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An Overview of the Evolving Data Landscape Powering AI, VR, and More [Infographic]

While AI and large language models (LLMs) become more commonplace, it’s worth considering the amount of computational power, and data storage, that these systems require to operate. 

Demand for high-grade GPUs, for example, is still exceeding demand, as more tech companies and investors look to muscle in, while the big players continue to build on their data center capacity, in order to beat smaller systems out of the market.

That, inevitably, means that control over many of these new processes will eventually fall to those with the most money, and even if you have concerns about next-level computational power being governed by CEOs and corporations, there’s not a heap that you can do about it, as they need an established holding to even get in.

Well, unless a government steps in and seeks to build its own infrastructure in order to facilitate AI development, though that seems unlikely.

And it’s not just AI, with crypto processes, complex analysis, and advanced scientific discovery now largely reliant on a few key providers that have available capacity.

It’s a concern, but essentially, you can expect to see a lot more investment in big data centers and processing facilities over the coming years.

This new overview from Visual Capitalist (for Hive Digital) provides some additional context. Here, the VC team have broken down the current data center landscape, and what we’re going to need to facilitate next-level AI, VR, the metaverse, and more.

It’s an eye-opening summary. You can check out Visual Capitalists’ full overview here.

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30 Quick Ways to Increase Your Website’s Conversion Rate [Infographic]

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30 Quick Ways to Increase Your Website’s Conversion Rate [Infographic]

Looking to drive more direct conversions from your website listings this holiday season?

The team from Red Website Design share 30 ways to improve your website conversion rate in this infographic.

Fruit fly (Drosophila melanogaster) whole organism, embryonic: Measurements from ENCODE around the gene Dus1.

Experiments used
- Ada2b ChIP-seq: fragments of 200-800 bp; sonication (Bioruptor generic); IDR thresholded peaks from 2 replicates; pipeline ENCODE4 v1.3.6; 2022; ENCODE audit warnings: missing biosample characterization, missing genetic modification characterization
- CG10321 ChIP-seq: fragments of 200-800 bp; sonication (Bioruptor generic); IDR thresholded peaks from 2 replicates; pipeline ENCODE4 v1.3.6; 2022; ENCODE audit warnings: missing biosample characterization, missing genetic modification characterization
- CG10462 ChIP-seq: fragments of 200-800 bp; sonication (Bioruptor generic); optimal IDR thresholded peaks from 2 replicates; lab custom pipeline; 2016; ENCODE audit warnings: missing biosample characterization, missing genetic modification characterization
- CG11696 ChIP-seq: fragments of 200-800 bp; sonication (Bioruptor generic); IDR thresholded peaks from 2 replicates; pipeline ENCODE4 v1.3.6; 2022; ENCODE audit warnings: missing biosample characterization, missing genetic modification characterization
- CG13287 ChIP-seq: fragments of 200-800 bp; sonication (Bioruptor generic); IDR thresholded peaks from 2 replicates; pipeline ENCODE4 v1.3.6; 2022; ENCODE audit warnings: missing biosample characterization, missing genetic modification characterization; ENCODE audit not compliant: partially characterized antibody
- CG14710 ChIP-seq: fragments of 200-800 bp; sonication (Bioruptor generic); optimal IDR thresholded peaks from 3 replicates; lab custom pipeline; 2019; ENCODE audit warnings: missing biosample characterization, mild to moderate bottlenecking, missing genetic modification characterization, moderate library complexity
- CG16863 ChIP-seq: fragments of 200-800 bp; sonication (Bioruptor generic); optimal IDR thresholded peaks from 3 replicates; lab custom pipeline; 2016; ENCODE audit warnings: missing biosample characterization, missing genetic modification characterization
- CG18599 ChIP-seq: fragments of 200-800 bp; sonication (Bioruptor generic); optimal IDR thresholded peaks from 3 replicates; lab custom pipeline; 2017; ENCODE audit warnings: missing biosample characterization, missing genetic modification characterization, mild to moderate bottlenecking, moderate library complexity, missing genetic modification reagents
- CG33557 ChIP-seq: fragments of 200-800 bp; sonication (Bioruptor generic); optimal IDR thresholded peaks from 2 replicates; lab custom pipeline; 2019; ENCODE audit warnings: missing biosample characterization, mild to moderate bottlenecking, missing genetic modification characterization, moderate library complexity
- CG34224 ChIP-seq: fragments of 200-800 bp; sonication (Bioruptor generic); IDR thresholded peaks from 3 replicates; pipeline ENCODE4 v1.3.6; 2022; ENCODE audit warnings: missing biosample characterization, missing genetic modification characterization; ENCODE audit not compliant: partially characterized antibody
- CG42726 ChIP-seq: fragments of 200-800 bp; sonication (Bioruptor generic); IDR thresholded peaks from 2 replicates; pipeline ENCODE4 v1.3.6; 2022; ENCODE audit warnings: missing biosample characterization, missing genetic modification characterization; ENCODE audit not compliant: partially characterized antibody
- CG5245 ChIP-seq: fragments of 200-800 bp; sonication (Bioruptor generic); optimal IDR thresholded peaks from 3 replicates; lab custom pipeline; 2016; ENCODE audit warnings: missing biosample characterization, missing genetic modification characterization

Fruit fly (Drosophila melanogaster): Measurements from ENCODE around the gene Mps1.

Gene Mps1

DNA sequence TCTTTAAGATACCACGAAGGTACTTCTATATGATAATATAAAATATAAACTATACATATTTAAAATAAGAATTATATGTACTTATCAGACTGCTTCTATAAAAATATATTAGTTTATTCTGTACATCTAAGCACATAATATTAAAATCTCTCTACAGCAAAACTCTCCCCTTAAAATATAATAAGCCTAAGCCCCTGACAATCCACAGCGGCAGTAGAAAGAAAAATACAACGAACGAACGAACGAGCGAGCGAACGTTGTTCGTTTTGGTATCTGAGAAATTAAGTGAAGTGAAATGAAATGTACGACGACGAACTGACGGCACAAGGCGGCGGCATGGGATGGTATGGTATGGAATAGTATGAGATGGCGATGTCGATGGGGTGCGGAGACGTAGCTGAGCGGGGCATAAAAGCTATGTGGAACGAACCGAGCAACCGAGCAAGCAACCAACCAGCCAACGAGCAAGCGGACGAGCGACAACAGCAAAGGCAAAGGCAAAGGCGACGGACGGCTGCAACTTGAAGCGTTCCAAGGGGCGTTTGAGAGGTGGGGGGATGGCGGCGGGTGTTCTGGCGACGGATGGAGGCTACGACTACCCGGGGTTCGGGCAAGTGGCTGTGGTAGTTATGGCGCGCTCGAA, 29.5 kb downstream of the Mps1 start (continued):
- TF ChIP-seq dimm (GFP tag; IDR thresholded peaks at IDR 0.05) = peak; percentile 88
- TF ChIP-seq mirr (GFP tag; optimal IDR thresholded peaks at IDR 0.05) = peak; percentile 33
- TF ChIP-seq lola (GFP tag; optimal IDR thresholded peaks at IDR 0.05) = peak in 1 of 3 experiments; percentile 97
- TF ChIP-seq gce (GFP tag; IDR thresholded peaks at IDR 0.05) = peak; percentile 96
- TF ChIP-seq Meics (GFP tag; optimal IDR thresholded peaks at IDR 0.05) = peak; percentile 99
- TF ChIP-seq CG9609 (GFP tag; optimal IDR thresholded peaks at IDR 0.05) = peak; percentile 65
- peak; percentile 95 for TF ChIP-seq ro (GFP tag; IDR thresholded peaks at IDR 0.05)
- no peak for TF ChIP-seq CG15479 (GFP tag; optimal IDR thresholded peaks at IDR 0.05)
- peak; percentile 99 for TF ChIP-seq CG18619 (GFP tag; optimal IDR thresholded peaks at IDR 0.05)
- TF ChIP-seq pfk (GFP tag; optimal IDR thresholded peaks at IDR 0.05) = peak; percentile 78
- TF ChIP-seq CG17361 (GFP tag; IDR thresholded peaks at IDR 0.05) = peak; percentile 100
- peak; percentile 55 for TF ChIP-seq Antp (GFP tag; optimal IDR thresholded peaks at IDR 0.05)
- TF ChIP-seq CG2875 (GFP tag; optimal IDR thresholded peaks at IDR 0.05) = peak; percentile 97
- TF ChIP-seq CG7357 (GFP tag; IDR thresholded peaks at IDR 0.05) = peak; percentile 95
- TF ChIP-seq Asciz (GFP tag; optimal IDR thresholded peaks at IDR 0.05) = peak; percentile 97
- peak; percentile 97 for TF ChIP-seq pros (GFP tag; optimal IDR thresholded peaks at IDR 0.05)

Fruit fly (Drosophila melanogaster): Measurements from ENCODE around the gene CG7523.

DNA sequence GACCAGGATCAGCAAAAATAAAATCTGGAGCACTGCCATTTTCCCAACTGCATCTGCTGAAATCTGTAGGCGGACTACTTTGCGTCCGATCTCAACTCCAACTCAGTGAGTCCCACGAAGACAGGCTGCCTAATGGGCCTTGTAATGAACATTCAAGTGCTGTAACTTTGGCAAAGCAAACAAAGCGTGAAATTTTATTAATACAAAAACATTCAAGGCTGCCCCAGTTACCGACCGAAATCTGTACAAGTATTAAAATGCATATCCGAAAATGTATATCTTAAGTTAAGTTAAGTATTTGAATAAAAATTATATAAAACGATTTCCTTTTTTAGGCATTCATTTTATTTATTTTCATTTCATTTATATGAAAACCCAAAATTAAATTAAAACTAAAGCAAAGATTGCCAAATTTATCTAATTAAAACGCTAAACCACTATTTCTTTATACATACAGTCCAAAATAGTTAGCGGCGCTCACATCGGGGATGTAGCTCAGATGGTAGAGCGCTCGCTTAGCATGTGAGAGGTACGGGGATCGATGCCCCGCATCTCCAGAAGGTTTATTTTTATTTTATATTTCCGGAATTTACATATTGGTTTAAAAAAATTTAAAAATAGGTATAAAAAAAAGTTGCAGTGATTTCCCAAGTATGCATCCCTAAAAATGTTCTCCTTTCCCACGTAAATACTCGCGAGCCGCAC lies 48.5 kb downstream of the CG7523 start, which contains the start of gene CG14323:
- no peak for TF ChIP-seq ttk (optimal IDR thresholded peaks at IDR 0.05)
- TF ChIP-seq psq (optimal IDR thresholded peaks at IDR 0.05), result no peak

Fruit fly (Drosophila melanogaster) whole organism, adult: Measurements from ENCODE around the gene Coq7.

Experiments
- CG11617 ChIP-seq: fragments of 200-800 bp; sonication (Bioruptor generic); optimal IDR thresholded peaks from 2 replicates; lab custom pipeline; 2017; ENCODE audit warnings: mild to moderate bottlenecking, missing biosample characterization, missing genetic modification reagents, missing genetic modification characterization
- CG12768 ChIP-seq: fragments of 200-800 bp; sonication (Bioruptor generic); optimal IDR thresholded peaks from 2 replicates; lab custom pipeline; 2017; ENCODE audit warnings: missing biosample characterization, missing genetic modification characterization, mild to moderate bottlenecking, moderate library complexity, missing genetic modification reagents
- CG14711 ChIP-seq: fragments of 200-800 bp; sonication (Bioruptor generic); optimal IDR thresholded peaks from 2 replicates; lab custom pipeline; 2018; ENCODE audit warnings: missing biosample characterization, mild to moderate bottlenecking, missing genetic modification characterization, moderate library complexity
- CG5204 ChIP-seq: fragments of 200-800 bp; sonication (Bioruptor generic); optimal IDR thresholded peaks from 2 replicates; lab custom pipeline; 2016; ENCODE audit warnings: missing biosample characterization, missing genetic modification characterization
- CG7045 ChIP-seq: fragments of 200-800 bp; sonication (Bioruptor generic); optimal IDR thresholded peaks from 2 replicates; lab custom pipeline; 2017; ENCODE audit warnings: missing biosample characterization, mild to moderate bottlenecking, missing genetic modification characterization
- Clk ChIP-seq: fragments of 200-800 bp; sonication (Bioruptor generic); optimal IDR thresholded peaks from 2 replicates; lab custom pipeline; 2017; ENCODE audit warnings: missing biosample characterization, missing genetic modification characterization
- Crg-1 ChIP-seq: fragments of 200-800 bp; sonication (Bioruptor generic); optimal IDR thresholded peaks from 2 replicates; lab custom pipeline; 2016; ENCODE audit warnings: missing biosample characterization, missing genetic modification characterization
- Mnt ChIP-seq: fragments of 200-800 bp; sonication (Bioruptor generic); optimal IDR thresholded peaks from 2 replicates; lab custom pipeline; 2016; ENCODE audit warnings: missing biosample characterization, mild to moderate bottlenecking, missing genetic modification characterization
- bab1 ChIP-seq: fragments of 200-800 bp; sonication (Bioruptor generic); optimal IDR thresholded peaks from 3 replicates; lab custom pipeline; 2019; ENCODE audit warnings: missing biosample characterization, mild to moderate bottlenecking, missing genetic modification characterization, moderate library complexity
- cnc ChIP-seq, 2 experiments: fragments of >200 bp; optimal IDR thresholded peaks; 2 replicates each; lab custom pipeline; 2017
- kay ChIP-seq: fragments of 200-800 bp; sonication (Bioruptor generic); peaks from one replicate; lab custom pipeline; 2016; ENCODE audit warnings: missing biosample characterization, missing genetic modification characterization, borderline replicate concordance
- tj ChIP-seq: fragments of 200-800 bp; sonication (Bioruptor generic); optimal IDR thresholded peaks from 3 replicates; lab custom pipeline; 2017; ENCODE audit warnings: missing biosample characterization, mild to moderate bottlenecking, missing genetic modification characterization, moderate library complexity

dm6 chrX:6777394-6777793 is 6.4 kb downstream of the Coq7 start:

Here’s the top five from the list:

  • Include as few fields as possible on forms
  • Use testimonials
  • Clearly state product/service benefits
  • Include subscriber and social media follower counts
  • Write clear, compelling copy

Check out the infographic for more detail.

A version of this post was first published on the Red Website Design blog.

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With the end of the Hollywood writers and actors strikes, the creator economy is the next frontier for organized labor

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With the end of the Hollywood writers and actors strikes, the creator economy is the next frontier for organized labor

Hollywood writers and actors recently proved that they could go toe-to-toe with powerful media conglomerates. After going on strike in the summer of 2023, they secured better pay, more transparency from streaming services and safeguards from having their work exploited or replaced by artificial intelligence.

But the future of entertainment extends well beyond Hollywood. Social media creators – otherwise known as influencers, YouTubers, TikTokers, vloggers and live streamers – entertain and inform a vast portion of the planet.

For the past decade, we’ve mapped the contours and dimensions of the global social media entertainment industry. Unlike their Hollywood counterparts, these creators struggle to be seen as entertainers worthy of basic labor protections.

Platform policies and government regulations have proved capricious or neglectful. Meanwhile, creators’ bottom-up initiatives to collectively organize have sputtered.

Living on the edge

Industry estimates regarding the size and scale of the creator economy vary. But Citibank estimates there are over 120 million creators, and an April 2023 Goldman Sachs report predicted that the creator economy would double in size, from US$250 billion to $500 billion, by 2027.

According to Forbes, the “Top 50 Creators” altogether have 2.6 billion followers and have hauled in an estimated $700 million in earnings. The list includes MrBeast, who performs stunts and records giveaways, and makeup artist-cum-true crime podcaster Bailey Sarian.

The windfalls earned by these social media stars are the exception, not the norm.

The venture capitalist firm SignalFire estimates that less than 4% of creators make over $100,000 a year, although YouTube-funded research points to a rising middle class of creators who are able to sustain careers with relatively modest followings.

These are the users who find themselves most vulnerable to opaque changes to platform policies and algorithms.

Platforms like to “move fast and break things,” to use Meta CEO Mark Zuckerberg’s infamous expression. And since the creator economy relies on social media platforms to reach audiences, creators’ livelihoods are subject to rapid, iterative changes in platforms’ features, services and agreements.

Yes, various platforms have introduced business opportunities for creators, such as YouTube’s advertising partnership feature or Twitch’s virtual goods store. However, the platforms’ terms of use can flip on a switch. For example, in September 2022, Twitch changed its fee structure. Some streamers who were retaining 70% of all subscription revenue generated from their accounts saw this proportion drop to 50%.

In 2020, TikTok, facing rising competition from YouTube Shorts and Instagram reels, launched its billion-dollar Creator Fund. The fund was supposed to allow creators to get directly paid for their content. Instead, creators complained that every 1,000 views only translated to a few cents. TikTok suspended the fund in November 2023.